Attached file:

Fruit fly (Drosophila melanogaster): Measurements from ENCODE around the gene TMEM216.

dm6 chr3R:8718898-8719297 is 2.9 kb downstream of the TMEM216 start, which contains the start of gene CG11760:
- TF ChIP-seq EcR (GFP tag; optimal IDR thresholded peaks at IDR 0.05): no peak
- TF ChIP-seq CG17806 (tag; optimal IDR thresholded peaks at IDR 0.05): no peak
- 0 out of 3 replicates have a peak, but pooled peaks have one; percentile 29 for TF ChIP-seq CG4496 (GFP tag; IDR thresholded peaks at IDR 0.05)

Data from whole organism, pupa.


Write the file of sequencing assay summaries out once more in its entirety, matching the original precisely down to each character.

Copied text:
Fruit fly (Drosophila melanogaster): Measurements from ENCODE around the gene TMEM216.

dm6 chr3R:8718898-8719297 is 2.9 kb downstream of the TMEM216 start, which contains the start of gene CG11760:
- TF ChIP-seq EcR (GFP tag; optimal IDR thresholded peaks at IDR 0.05): no peak
- TF ChIP-seq CG17806 (tag; optimal IDR thresholded peaks at IDR 0.05): no peak
- 0 out of 3 replicates have a peak, but pooled peaks have one; percentile 29 for TF ChIP-seq CG4496 (GFP tag; IDR thresholded peaks at IDR 0.05)

Data from whole organism, pupa.